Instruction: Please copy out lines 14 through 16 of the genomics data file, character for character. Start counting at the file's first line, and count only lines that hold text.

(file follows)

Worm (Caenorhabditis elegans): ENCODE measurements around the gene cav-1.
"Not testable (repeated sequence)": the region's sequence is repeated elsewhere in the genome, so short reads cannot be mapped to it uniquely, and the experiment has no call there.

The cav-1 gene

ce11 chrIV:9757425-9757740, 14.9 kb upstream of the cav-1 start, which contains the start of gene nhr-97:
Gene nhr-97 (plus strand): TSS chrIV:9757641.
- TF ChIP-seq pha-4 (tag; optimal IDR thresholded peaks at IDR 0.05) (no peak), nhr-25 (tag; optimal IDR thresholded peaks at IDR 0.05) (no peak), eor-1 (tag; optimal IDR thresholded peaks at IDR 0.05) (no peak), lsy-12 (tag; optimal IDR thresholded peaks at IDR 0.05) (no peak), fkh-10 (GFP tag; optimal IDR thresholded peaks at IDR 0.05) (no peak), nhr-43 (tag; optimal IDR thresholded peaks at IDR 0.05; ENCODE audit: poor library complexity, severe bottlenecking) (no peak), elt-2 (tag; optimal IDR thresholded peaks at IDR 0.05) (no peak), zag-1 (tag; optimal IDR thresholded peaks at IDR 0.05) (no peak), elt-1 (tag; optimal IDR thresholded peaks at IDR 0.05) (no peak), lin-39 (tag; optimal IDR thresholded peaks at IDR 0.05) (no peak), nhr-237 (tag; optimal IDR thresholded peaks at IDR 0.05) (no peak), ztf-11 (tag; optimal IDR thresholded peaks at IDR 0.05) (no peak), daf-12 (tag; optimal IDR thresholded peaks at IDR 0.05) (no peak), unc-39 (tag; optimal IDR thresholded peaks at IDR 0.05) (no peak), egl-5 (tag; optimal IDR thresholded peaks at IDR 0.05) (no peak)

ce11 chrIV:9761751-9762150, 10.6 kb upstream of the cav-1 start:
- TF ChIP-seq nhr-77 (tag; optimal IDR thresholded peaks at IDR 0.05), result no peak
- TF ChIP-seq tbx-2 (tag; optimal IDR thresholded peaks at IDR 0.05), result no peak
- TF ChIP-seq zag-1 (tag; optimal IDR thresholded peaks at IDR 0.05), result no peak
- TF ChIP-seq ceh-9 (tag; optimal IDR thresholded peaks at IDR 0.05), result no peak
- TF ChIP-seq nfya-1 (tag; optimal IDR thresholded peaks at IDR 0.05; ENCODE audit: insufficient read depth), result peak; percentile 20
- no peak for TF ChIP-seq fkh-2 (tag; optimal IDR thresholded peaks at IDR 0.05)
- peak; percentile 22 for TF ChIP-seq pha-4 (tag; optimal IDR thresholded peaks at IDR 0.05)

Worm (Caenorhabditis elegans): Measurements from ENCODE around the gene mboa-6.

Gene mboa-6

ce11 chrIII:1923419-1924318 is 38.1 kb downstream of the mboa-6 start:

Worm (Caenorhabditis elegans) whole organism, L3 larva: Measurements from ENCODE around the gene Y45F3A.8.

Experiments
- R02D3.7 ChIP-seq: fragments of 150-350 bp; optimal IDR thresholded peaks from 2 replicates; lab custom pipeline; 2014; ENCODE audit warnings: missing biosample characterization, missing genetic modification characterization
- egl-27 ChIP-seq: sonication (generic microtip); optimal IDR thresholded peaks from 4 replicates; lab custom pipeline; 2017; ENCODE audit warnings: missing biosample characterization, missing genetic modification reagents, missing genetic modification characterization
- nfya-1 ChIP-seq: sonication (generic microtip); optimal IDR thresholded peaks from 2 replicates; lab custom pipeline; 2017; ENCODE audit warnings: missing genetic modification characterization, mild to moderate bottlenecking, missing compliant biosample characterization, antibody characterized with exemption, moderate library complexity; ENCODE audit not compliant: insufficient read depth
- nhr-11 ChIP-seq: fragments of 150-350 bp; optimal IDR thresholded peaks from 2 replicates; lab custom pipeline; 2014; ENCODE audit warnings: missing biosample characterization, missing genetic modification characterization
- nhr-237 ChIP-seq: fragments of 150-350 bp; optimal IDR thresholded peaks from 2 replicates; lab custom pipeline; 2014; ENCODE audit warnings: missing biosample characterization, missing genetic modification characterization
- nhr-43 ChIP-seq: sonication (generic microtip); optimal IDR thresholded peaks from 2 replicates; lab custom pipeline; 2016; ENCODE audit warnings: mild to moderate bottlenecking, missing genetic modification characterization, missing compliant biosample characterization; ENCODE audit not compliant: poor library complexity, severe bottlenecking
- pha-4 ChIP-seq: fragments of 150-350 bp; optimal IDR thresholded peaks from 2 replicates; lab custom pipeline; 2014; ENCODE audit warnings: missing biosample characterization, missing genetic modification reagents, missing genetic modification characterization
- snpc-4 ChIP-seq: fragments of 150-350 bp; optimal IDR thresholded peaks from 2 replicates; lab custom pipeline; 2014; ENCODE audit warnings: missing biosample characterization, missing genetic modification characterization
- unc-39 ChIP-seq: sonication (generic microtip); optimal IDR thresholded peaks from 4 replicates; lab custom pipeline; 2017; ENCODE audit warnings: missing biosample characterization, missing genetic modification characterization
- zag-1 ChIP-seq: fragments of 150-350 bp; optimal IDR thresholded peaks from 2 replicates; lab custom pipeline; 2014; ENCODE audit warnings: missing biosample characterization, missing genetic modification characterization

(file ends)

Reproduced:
- peak; percentile 22 for TF ChIP-seq pha-4 (tag; optimal IDR thresholded peaks at IDR 0.05)

Worm (Caenorhabditis elegans): Measurements from ENCODE around the gene mboa-6.

Gene mboa-6